Configure NGINX.conf

Nginx is a high performance web server that is responsible for handling the load of some of the largest sites on the internet. It is especially good at handling many concurrent connections and excels at serving static content.

While many users are aware of Nginx’s capabilities, new users are often confused by some of the conventions they find in Nginx configuration files. In this guide, we will focus on improving the structure of an Nginx configuration file along with some guidelines on on how to achieve maximum performance.

/etc/nginx/nginx.conf is a file that is included with installations from the NGINX repositories. The file starts with 4 directives: user, worker_processes, error_log, and pid. These are outside any specific block or context, so they’re said to exist in the main context. The events and http blocks are areas for additional directives, and they also exist in the main context.

worker_processes auto;

      The optimal value depends on many factors including (but not limited to) the number of CPU cores, the number of hard disk drives that store data, and load pattern. When one is in doubt, setting it to the number of available CPU cores would be a good start.

(the value “auto” will try to autodetect it).

pcre_jit on;

    Enables or disables the use of “just-in-time compilation” (PCRE JIT) for the regular expressions known by the time of configuration parsing. PCRE JIT can speed up processing of regular expressions significantly.

Event directive {

nginx supports a variety of connection processing methods. The availability of a particular method depends on the platform used. On platforms that support several methods, nginx will normally select the most efficient method automatically. However, if needed, a connection processing method can be selected explicitly with the “event” directive.

accept_mutex off;

    If accept_mutex is enabled, specifies the maximum time during which a worker process will try to restart accepting new connections if another worker process is currently accepting new connections. (should be disabled if you use reuseport or epoll)

worker_connections 8192;

    Sets the maximum number of simultaneous connections that can be opened by a worker process. (also includes requests to proxy servers, services and applications, we recommend 8192 or higher for production servers.)

multi_accept on;

    If multi_accept is disabled, a worker process will accept one new connection at a time. Otherwise, a worker process will accept all new connections at a time.

use epoll; OR use kqueue;

    Nginx supports a lot of connection processing methods. The most used for modern kernels (2.6.x) is epoll to get the best performance while processing information. Use kqueue method for FreeBSD 4.1+, OpenBSD 2.9+, NetBSD 2.0, and macOS.


HTTP directive {

The http block contains directives for handling web traffic. These directives are often referred to as universal because they are passed on to all website configurations NGINX serves. See the NGINX docs for a list of available directives for the http block.

proxy_cache_path /var/cache/nginx levels=1:2 keys_zone=myCache:8m max_size=100m inactive=1h;

    nginx will keep all active keys and information about data are stored in a shared memory zone, whose name and size are configured by the keys_zone parameter. if a page was cached, it consults shared memory first.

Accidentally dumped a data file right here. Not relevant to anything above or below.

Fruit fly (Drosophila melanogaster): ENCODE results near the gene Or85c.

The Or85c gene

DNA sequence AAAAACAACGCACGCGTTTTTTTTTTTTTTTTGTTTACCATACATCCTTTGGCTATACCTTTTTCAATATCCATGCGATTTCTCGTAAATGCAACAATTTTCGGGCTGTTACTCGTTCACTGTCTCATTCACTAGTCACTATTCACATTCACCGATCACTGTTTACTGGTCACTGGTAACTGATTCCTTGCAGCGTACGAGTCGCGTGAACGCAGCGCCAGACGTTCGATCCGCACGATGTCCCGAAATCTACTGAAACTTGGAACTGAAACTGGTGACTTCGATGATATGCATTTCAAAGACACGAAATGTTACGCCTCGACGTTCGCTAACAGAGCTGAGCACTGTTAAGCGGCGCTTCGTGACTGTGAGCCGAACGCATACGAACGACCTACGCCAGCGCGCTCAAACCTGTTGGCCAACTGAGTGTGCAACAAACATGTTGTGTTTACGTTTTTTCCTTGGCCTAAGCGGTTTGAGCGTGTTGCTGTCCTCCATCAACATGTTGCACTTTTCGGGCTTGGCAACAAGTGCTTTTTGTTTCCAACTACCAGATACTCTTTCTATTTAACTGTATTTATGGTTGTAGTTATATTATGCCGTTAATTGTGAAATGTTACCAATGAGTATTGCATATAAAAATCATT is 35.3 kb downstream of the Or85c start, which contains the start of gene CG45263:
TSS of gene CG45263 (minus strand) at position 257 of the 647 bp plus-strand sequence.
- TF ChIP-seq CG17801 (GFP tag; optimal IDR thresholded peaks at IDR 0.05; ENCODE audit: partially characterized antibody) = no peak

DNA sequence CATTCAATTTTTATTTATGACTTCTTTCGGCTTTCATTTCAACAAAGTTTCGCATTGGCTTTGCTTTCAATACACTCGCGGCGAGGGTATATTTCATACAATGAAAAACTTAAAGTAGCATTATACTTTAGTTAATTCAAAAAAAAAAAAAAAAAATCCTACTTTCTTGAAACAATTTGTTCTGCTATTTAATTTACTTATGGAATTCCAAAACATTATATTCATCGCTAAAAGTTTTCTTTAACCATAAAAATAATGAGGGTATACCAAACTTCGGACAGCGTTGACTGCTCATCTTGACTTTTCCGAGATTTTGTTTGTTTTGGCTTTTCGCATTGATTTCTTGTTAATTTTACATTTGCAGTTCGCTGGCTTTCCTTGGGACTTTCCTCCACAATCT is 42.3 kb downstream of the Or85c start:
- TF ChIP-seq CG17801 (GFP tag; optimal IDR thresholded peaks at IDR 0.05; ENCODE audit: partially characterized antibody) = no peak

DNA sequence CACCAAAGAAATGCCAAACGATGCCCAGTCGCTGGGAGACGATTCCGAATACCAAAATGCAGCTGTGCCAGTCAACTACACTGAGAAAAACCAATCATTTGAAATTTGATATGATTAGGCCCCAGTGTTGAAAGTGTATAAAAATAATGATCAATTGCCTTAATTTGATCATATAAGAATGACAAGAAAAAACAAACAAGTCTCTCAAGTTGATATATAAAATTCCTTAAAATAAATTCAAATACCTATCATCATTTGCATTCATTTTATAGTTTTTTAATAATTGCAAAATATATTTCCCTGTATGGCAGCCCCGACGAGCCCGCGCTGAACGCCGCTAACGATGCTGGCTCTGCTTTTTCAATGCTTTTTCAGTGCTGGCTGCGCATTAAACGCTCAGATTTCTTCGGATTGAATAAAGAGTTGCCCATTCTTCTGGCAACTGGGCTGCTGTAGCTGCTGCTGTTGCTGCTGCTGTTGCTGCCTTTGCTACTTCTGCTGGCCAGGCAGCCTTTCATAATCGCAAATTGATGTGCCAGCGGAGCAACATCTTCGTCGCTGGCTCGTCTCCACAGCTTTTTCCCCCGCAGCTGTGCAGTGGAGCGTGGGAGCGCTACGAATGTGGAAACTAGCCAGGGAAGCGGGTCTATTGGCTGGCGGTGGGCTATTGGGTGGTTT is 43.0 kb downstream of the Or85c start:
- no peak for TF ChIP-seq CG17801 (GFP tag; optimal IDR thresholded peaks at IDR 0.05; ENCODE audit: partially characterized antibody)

absolute_redirect on;

    If disabled, redirects issued by nginx will be relative.

aio on;

    Enables or disables the use of asynchronous file I/O (AIO) on FreeBSD and Linux. For best performance (nginx 1.7.11+) files can be read and sent using multi-threading, without blocking a worker process, change on; to threads;

client_body_timeout 10s;

    Defines a timeout for reading client request body. The timeout is set only for a period between two successive read operations, not for the transmission of the whole request body. If a client does not transmit anything within this time, the request is terminated with the 408 (Request Time-out) error. (default 60s)

client_header_timeout 10s;

    Defines a timeout for reading client request header. If a client does not transmit the entire header within this time, the request is terminated with the 408 (Request Time-out) error. (default 60s)

connection_pool_size 256|512;

    Allows accurate tuning of per-connection memory allocations. This directive has minimal impact on performance and should not generally be used. By default, the size is equal to 256 bytes on 32-bit platforms and 512 bytes on 64-bit platforms.

etag on;

    Enables or disables automatic generation of the “ETag” response header field for static resources.

ignore_invalid_headers on;

    Controls whether header fields with invalid names should be ignored. Valid names are composed of English letters, digits, hyphens, and possibly underscores (as controlled by the underscores_in_headers directive).

keepalive_requests 1024;

    Sets the maximum number of requests that can be served through one keep-alive connection. After the maximum number of requests are made, the connection is closed. (default 100)

keeplive_timeout 5;

    The first parameter sets a timeout during which a keep-alive client connection will stay open on the server side. The zero value disables keep-alive client connections. Reduce to close unnecessary and inactive connections faster (default 75)

lingering_time 10s;

    This directive specifies the maximum time during which nginx will process (read and ignore) additional data coming from a client. After that, the connection will be closed, even if there will be more data. (default 30s)